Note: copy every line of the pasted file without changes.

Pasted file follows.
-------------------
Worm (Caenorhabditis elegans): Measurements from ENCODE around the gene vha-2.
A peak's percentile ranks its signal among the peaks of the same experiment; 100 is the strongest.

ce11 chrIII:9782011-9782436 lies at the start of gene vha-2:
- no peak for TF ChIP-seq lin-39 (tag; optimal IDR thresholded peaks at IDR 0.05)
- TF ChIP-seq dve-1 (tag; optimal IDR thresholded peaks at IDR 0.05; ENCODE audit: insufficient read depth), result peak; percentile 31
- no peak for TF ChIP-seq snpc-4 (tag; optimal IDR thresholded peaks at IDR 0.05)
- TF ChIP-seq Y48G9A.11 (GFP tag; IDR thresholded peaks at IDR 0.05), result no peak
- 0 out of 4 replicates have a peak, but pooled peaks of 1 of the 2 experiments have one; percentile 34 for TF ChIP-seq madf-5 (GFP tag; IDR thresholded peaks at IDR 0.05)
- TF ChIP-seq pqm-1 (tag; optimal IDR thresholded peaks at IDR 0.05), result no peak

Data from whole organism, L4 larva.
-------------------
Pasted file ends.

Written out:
Worm (Caenorhabditis elegans): Measurements from ENCODE around the gene vha-2.
A peak's percentile ranks its signal among the peaks of the same experiment; 100 is the strongest.

ce11 chrIII:9782011-9782436 lies at the start of gene vha-2:
- no peak for TF ChIP-seq lin-39 (tag; optimal IDR thresholded peaks at IDR 0.05)
- TF ChIP-seq dve-1 (tag; optimal IDR thresholded peaks at IDR 0.05; ENCODE audit: insufficient read depth), result peak; percentile 31
- no peak for TF ChIP-seq snpc-4 (tag; optimal IDR thresholded peaks at IDR 0.05)
- TF ChIP-seq Y48G9A.11 (GFP tag; IDR thresholded peaks at IDR 0.05), result no peak
- 0 out of 4 replicates have a peak, but pooled peaks of 1 of the 2 experiments have one; percentile 34 for TF ChIP-seq madf-5 (GFP tag; IDR thresholded peaks at IDR 0.05)
- TF ChIP-seq pqm-1 (tag; optimal IDR thresholded peaks at IDR 0.05), result no peak

Data from whole organism, L4 larva.